“We” Is More Powerful Than “I”

In any endeavor, teamwork is usually the key to success. Every organization functions as a team; we all need each other to be successful.

Photo credit: circletrack.com
Photo credit: circletrack.com

Whether your company is 5 or 5,000, there are teams of people who have to work together to get the job done. It is a rare task that a person accomplishes on his or her own. This is not to downplay individual achievement, far from it, but t

he idea that teamwork enables organizations to reach their goals.

Ever watch an interview with a NASCAR driver? From the outside, car racing looks like a solitary sport: a car and a driver and a track. The skill and courage of a single driver pitted against a field of drivers. But listen to that interview: the driver never uses the word “I” when referring to what happens on the track. “We were running pretty good through the whole first 50 laps,” or “we’re just trying to run our race,” et cetera…you get the idea. Drivers understand that although they may be the “face” of the racing team, it is the team that is important. Winston Cup champion Jeff Gordon said it best when he said, “Teamwork is everything. It takes all of us working together. We win and lose together.”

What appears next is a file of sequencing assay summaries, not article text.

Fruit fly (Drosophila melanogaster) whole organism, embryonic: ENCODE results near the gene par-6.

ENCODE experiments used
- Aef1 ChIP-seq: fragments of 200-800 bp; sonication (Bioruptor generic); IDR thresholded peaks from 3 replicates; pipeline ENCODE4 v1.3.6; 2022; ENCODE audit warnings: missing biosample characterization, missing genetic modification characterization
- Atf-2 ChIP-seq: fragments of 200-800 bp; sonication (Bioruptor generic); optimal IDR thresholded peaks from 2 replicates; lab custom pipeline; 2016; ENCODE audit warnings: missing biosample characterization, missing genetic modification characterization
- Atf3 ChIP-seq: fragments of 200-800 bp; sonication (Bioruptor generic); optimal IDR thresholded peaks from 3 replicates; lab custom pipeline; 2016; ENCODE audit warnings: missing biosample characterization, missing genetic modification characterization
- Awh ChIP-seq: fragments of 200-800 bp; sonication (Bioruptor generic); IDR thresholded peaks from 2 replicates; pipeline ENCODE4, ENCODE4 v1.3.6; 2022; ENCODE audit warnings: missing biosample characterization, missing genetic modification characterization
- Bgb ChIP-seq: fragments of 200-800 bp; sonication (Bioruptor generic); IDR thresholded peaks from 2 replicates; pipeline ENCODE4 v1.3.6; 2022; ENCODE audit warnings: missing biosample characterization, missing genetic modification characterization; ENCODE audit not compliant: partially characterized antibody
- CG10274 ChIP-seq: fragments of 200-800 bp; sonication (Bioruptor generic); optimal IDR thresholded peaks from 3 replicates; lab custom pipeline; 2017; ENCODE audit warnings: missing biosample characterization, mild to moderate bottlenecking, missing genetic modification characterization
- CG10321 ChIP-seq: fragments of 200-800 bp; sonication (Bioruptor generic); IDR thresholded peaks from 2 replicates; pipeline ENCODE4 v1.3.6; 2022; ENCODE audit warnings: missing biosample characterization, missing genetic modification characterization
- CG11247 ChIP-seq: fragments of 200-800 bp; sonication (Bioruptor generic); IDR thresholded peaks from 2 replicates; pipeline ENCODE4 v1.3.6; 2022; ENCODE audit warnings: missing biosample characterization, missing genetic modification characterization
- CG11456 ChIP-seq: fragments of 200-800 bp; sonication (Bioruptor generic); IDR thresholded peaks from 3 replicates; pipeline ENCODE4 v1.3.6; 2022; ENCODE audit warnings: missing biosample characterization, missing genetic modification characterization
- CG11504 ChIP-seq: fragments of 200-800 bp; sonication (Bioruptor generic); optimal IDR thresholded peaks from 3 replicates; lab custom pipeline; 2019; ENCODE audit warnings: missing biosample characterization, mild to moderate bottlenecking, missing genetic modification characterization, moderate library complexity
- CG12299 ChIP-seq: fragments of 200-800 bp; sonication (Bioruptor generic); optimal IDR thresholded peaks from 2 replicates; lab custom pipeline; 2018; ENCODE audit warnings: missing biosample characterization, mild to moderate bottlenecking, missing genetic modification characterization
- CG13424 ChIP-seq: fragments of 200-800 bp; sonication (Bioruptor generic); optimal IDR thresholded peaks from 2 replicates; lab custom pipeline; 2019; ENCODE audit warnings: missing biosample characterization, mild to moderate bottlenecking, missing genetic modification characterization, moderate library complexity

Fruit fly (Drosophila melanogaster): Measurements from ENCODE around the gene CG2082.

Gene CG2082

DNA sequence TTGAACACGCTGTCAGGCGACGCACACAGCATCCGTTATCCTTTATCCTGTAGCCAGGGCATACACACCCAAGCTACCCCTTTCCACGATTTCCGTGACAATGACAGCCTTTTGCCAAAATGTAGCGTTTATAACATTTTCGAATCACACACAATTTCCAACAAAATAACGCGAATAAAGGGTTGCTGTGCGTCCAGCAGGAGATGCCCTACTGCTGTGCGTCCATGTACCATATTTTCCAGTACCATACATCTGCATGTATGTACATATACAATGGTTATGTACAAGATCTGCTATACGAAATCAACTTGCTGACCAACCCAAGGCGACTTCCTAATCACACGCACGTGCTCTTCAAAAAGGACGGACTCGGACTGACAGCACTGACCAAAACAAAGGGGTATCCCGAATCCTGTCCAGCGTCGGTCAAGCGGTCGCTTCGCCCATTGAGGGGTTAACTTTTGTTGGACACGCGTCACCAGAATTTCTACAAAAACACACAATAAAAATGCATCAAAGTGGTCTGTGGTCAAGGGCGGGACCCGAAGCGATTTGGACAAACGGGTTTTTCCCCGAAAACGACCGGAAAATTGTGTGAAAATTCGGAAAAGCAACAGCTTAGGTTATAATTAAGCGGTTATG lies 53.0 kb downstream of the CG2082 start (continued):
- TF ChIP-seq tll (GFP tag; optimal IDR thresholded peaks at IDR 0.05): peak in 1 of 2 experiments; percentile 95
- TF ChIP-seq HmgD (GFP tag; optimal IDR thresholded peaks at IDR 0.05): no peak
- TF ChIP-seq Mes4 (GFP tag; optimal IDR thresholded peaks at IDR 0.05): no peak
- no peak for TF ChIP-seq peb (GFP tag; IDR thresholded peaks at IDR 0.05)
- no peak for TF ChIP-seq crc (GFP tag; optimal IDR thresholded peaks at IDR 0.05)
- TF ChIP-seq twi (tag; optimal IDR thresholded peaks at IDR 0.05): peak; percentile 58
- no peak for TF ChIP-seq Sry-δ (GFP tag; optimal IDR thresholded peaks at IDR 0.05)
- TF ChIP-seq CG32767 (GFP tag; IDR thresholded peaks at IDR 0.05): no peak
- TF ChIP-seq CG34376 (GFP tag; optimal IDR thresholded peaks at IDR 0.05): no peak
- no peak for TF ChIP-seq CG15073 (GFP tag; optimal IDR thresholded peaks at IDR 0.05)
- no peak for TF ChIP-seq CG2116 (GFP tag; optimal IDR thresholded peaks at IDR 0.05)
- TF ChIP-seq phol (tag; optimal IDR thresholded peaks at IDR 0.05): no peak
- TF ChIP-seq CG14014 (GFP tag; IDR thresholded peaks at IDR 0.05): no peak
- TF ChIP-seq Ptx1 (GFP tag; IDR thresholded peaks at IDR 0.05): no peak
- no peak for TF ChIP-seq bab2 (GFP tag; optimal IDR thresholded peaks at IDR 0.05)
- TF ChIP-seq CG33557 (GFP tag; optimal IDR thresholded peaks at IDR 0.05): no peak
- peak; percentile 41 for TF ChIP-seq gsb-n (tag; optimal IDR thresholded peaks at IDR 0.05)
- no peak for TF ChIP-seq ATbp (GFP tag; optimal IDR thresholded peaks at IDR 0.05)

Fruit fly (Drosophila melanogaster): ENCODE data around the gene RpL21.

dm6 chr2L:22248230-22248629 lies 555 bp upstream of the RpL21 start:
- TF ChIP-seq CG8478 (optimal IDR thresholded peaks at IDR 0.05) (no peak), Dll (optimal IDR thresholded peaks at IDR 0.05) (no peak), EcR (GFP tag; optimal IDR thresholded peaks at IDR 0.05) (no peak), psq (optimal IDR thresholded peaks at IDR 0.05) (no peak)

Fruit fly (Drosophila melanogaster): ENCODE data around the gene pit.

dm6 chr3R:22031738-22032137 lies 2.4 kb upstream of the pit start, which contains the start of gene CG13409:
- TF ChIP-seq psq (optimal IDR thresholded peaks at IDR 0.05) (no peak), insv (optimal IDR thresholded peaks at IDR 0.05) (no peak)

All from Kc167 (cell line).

In sports, and in business, highly performing teams are most often the reason organizations are successful.  Even superstars recognize they don’t get to the championship on their own.  Take 2012 Heisman Trophy winner and Texas A&M quarterback Johnny Manziel for example.  Watching Manziel play, it’s clear to even the novice football fan that he’s an incredibly gifted athlete.  It would be easy to credit Texas A&M’s success during the 2012 season to Manziel’s heroics on the field, but Manziel didn’t see it that way.  Standing on the national stage after becoming the first freshman ever to win one of college football’s most prestigious awards for individual achievement, he said,

“It’s such an honor to represent Texas A&M and my teammates here tonight, I wish they could be on the stage with me.”

The young man known as “Johnny Football” understood that he plays as part of a team, and that together the team is stronger than any one player.


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